Column: Nekrasov’s Notebook — Celebrating Christmas too early robs it of part of its joy
Rich green pine trees pop up across lawns. Strings of lights appear on fences, walls and staircases. Wreaths and red ribbons seem to materialize out of thin air on doors, candles wink in the darkness and tunes from “Jingle Bells” to “All I Want for Christmas Is You” suddenly seem to blast from every corner of campus.
Store shelves overflow with Santa hats, Christmas cards and paraphernalia without a moment’s notice, Halloween oranges suddenly transfiguring into Christmas reds and whites with all the wonder of a Hallmark movie descending upon the land.
‘Tis the season!
Except it’s not.
It’s Nov. 5, Thanksgiving is 23 days away, Halloween happened less than a week ago, but suddenly Christmas in all its glory has materialized from thin air – and it seems like every year it comes upon us earlier and earlier.
But when we usher in the Christmas season a full three weeks before Thanksgiving, we’re not just losing Thanksgiving — we’re corrupting the purity of the Christmas season and neglecting ancient wisdom from Solomon to Socrates as we violate the sacredness of the holidays.
Don’t get me wrong – I love Christmas. Far and away, Christmas is my favorite holiday of the year. There’s a child-like magic in looking around at a snow-covered landscape, Christmas music blaring in the background and reflecting on the fact that 2,000 years ago God himself came to earth as a baby to save us all.
As college students, we all long for little reminders of home. The stress of balancing college classes and social lives and work and all the other burdens we have leave us longing for a time when things were simpler, when we were just little kids staring expectantly at the beautifully wrapped gifts under a tree.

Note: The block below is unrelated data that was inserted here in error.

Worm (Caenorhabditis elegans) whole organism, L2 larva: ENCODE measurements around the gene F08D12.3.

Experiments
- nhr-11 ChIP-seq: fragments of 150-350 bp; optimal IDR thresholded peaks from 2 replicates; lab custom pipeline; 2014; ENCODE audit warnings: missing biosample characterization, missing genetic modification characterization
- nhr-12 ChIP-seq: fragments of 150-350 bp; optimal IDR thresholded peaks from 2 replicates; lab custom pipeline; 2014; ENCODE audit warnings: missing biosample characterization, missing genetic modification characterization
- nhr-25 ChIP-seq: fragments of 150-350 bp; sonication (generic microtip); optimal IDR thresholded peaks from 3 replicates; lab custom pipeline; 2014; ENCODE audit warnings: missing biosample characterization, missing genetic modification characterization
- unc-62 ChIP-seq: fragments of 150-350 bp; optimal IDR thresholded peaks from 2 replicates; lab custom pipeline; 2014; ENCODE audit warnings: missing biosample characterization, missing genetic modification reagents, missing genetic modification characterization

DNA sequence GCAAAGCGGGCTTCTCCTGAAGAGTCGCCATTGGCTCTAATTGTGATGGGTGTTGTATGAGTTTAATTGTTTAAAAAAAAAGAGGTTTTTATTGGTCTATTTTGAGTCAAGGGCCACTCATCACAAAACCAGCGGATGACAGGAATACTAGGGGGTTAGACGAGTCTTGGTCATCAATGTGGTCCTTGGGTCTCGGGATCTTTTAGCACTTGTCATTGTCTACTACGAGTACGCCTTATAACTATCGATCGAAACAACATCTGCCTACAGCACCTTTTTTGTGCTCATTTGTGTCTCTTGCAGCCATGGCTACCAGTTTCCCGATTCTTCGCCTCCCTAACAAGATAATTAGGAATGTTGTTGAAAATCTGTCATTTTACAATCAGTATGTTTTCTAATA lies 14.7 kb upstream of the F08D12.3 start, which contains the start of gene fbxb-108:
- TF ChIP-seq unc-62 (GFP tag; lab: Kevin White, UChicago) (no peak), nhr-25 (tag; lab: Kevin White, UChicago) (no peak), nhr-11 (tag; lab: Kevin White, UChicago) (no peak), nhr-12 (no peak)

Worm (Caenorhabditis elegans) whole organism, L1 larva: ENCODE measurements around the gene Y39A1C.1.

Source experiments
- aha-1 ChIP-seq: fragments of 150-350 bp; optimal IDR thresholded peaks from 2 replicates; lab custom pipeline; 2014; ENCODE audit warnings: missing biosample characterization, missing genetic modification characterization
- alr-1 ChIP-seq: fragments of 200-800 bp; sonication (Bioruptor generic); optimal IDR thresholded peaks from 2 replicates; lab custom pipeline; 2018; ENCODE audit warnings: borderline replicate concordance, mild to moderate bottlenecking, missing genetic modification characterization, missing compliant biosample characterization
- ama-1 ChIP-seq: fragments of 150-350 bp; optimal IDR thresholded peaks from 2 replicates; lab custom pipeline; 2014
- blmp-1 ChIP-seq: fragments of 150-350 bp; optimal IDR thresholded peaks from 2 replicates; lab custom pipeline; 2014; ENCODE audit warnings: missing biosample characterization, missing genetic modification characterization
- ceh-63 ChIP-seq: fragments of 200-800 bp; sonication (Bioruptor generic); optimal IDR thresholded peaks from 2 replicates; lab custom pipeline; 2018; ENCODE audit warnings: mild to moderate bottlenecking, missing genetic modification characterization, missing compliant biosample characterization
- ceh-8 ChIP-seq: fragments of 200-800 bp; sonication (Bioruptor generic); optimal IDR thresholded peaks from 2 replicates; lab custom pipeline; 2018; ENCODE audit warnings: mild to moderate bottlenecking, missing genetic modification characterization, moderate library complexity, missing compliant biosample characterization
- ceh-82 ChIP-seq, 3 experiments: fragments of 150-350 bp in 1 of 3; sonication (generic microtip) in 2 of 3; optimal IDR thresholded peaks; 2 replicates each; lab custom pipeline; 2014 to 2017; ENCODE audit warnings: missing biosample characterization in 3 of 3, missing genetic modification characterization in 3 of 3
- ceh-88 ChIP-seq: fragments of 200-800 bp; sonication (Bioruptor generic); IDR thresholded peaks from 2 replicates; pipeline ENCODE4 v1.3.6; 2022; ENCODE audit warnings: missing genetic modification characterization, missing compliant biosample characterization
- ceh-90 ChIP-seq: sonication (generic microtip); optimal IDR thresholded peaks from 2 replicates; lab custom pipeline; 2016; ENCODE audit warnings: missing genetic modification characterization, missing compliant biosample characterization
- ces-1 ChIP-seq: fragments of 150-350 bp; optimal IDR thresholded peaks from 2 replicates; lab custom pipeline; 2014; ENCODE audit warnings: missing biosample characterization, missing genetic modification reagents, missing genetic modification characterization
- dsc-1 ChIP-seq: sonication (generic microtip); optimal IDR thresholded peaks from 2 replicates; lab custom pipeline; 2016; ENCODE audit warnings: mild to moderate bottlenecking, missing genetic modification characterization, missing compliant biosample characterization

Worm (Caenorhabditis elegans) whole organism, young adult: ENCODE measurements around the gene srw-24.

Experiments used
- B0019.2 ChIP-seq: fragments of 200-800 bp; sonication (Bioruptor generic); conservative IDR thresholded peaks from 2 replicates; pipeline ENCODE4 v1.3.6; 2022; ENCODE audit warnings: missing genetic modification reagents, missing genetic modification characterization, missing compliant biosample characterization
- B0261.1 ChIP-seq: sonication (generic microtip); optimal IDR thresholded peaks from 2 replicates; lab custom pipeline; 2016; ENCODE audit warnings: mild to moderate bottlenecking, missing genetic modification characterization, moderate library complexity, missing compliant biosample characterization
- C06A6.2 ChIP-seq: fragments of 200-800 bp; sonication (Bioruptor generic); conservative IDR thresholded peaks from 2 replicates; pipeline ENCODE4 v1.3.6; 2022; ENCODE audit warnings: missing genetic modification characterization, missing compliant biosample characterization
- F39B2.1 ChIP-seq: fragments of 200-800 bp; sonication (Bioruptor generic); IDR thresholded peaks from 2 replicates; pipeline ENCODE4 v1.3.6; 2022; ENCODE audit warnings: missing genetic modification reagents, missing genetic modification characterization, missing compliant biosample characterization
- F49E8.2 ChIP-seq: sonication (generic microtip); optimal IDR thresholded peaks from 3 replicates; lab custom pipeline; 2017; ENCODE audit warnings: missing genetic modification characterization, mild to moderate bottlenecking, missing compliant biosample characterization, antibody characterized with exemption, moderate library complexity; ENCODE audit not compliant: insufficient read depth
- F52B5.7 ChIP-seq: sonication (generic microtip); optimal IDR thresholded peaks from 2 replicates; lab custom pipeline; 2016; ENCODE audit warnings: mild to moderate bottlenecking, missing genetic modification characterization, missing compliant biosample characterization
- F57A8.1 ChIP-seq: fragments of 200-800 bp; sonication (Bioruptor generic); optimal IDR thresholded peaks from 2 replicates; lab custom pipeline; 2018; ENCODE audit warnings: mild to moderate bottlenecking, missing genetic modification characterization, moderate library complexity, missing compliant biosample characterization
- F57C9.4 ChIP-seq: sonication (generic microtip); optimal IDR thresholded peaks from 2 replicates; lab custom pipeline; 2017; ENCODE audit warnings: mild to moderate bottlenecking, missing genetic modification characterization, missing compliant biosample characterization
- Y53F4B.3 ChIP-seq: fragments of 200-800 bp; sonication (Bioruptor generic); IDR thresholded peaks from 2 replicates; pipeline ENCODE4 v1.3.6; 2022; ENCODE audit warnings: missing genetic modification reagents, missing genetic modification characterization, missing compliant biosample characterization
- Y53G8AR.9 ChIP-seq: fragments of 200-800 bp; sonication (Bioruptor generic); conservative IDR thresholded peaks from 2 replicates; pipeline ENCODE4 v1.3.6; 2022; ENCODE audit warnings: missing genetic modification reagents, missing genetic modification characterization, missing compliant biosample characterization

Christmas brings back that childhood nostalgia – and it’s a truly beautiful thing, reminding us of the simplicity of life in the midst of chaos and exams.
But some people look at that beauty, that magic, that sense of awe, and like a tidal wave, their memories of wanting to open their presents in their parents’ closets a month before Christmas Day come flooding back. They decide that because Christmas is so awesome, we should – in fact, we must – have it all the time. At the earliest excuse, Christmas trees go up and Mariah Carey and Michael Bublé start belting Christmas hits from every loudspeaker imaginable – just like those times when we hunted down our presents long before Christmas morning ever came.
But jerking our holidays out of their yearly orbit and replacing them with the one we love the most is like loving cheesecake and then deciding to make it the only staple of our diet. Nothing’s wrong with cheesecake, but if you have too much, you’ll regret it in the end.
We all love Christmas because it’s a magical time of celebration, but if we celebrate Christmas at the expense of Thanksgiving, we don’t just miss out on a holiday that literally lets us eat turkey all day – we prepare the way for a lifestyle where excess in all pleasures is our mantra. Before we know it we’ll be miles down the slippery slope of un-thankfulness and Thanksgiving will be confined to the footnotes of history.
If we choose to live in holiday excess instead of holiday moderation, we will reap the consequences in the end. Catapulting the country into Christmas season the day after Halloween takes all of the rhythm and balance of our holidays from Easter to Christmas and hurls our cherished traditions and holidays out the window.
Don’t exchange the beauty of Thanksgiving and Christmas in their proper times for a lie, for the chaos of a world out of rhythm.
As Ecclesiastes 3:11 says, “He has made everything beautiful in its time.” I implore you – keep the beauty of Christmas in its proper time.